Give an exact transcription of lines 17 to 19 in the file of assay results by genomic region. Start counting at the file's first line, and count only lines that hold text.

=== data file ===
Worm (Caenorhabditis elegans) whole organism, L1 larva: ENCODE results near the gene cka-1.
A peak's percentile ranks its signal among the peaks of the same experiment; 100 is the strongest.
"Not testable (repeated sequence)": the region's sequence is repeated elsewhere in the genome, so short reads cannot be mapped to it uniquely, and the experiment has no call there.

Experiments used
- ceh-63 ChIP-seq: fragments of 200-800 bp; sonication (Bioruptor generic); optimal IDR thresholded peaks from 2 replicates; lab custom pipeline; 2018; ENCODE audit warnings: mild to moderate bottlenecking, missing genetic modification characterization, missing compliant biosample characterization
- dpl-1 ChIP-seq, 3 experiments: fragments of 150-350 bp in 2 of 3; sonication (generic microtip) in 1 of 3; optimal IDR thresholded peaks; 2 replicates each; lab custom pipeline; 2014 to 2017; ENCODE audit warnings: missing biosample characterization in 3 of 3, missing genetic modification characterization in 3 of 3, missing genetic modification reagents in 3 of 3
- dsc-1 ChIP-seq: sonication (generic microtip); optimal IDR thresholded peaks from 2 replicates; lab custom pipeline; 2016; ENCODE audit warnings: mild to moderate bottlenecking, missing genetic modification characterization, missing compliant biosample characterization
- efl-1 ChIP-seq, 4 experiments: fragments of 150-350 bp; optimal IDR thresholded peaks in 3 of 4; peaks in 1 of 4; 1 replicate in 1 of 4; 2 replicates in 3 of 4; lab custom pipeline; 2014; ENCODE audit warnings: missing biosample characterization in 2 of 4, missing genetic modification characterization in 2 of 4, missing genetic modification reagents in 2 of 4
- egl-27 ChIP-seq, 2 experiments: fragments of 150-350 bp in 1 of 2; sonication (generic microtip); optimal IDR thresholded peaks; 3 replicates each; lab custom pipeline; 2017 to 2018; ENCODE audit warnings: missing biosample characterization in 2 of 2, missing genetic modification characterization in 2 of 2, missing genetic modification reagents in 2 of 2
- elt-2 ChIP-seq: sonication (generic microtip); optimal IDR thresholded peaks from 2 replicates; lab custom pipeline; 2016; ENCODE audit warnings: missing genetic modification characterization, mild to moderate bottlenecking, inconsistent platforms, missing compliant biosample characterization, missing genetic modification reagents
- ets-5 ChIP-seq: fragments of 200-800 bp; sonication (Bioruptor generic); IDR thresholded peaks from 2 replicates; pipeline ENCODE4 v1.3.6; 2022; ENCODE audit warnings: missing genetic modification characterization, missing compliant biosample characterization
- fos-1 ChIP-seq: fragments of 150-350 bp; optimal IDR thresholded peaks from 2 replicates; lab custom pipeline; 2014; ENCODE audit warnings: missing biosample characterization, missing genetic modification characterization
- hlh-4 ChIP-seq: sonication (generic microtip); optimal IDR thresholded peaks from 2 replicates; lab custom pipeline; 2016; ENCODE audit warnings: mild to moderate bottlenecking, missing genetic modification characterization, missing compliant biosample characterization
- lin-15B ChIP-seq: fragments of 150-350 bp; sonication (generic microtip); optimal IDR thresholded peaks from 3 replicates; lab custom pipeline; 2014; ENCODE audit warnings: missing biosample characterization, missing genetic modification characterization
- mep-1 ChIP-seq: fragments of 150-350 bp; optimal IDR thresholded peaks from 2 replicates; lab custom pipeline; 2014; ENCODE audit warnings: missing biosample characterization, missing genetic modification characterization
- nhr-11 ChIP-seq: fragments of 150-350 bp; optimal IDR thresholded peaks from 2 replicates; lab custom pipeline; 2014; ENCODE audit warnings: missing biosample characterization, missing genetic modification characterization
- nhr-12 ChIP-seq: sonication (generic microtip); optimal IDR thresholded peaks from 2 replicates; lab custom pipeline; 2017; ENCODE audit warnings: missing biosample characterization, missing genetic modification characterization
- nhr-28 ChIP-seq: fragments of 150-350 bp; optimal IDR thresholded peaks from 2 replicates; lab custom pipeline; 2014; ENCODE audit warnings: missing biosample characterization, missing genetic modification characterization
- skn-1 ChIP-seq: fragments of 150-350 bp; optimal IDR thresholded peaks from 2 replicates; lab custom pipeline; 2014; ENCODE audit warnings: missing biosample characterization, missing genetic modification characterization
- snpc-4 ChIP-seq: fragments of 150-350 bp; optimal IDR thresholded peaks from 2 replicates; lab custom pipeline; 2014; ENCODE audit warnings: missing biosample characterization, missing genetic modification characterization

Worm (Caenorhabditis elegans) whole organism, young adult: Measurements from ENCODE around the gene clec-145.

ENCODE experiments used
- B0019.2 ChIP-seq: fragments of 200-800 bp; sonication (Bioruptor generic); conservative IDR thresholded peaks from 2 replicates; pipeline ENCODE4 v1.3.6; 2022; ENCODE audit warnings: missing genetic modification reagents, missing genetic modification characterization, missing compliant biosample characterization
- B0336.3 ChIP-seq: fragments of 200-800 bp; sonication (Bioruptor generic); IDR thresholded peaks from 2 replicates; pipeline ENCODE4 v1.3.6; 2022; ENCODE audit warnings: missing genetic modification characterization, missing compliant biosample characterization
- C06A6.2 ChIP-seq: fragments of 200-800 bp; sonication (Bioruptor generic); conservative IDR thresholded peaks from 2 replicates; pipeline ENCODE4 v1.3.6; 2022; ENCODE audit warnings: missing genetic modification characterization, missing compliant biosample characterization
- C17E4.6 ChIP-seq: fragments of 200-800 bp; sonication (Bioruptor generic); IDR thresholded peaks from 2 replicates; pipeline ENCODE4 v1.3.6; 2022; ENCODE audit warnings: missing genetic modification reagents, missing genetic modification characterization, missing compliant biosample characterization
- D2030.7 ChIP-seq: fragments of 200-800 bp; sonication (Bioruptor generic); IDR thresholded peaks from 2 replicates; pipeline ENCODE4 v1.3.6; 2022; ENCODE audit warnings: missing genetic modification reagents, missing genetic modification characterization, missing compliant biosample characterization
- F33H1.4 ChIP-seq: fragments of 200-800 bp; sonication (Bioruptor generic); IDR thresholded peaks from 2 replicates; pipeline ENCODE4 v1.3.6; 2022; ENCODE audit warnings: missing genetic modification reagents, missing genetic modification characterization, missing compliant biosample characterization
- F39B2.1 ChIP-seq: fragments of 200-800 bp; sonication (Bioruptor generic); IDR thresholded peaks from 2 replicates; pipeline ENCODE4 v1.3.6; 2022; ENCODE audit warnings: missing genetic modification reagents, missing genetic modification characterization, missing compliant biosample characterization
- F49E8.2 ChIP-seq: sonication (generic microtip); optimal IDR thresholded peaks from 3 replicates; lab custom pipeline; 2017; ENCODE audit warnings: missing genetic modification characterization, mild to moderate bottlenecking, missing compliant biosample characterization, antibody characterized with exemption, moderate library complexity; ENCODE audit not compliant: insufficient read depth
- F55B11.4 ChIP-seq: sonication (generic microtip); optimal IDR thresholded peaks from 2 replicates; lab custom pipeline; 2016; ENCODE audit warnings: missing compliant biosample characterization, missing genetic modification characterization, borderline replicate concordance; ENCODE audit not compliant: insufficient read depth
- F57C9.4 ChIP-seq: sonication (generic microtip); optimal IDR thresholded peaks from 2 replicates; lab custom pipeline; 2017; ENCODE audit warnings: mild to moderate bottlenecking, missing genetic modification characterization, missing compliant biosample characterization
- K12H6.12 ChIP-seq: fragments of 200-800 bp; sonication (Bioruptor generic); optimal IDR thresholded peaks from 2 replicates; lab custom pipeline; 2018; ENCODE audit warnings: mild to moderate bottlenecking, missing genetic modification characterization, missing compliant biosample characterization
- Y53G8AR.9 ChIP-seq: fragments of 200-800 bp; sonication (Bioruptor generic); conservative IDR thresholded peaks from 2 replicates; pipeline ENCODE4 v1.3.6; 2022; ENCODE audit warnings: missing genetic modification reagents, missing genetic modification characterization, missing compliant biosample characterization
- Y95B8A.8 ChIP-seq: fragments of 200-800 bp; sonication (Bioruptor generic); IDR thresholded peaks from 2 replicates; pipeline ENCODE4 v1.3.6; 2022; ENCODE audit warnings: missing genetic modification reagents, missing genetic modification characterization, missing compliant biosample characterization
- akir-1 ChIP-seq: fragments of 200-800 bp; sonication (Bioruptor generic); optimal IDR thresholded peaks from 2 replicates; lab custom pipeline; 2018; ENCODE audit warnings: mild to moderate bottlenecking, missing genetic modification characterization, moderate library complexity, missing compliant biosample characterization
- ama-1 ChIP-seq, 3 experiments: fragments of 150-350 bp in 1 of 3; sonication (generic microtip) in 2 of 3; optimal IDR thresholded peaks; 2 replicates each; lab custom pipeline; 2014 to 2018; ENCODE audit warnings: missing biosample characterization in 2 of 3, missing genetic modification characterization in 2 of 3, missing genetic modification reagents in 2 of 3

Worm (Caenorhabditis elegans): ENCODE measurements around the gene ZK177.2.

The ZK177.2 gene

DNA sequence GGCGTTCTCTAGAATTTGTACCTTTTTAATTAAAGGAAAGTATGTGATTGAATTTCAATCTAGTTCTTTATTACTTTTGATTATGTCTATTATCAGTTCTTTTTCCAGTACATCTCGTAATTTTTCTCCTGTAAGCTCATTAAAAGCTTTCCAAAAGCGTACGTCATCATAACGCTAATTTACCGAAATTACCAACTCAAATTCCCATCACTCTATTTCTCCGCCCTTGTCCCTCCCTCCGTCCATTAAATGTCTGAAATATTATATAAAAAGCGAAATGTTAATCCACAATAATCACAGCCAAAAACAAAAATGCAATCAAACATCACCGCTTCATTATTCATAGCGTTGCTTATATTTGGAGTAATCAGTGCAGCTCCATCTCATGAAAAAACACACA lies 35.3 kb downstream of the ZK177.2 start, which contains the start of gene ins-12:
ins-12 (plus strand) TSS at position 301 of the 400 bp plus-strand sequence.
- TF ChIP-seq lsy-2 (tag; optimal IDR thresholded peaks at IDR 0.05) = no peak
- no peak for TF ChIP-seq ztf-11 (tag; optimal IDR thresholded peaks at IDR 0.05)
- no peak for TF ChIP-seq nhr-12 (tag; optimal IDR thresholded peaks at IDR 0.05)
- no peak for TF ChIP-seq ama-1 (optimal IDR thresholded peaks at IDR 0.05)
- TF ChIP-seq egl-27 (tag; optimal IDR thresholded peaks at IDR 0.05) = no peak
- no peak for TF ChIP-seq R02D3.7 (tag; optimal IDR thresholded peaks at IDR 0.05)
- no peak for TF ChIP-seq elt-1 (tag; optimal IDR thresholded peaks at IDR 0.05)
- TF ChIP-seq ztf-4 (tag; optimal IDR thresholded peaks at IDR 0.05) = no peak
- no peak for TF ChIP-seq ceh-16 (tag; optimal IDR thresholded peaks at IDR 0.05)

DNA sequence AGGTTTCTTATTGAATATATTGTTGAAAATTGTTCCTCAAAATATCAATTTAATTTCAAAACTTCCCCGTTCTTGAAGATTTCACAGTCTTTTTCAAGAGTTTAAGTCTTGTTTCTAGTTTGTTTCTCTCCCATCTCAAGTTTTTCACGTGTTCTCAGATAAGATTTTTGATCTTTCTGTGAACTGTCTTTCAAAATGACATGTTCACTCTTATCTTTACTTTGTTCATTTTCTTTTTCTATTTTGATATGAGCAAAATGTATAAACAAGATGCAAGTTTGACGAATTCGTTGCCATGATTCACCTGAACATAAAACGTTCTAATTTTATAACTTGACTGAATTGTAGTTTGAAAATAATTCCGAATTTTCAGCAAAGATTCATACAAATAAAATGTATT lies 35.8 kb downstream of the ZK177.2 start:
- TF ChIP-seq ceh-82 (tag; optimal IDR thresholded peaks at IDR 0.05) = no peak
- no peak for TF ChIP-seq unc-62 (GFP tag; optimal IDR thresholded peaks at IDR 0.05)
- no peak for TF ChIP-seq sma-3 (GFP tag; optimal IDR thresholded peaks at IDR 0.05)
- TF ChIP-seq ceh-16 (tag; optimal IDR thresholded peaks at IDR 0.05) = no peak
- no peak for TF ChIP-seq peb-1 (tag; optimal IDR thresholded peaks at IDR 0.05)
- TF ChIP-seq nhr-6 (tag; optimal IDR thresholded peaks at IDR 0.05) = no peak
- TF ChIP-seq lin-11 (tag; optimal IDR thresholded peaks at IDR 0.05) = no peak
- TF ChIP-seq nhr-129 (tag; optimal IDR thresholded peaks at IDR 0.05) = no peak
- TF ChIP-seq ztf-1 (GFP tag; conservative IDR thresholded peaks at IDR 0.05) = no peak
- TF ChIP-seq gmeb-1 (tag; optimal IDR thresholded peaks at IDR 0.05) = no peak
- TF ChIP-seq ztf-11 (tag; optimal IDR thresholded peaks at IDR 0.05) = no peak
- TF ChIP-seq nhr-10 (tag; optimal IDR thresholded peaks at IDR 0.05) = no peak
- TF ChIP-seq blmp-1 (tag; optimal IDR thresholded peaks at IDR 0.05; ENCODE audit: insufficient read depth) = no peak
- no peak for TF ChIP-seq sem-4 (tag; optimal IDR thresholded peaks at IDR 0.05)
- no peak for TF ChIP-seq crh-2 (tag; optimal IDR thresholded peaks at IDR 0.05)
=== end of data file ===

- nhr-12 ChIP-seq: sonication (generic microtip); optimal IDR thresholded peaks from 2 replicates; lab custom pipeline; 2017; ENCODE audit warnings: missing biosample characterization, missing genetic modification characterization
- nhr-28 ChIP-seq: fragments of 150-350 bp; optimal IDR thresholded peaks from 2 replicates; lab custom pipeline; 2014; ENCODE audit warnings: missing biosample characterization, missing genetic modification characterization
- skn-1 ChIP-seq: fragments of 150-350 bp; optimal IDR thresholded peaks from 2 replicates; lab custom pipeline; 2014; ENCODE audit warnings: missing biosample characterization, missing genetic modification characterization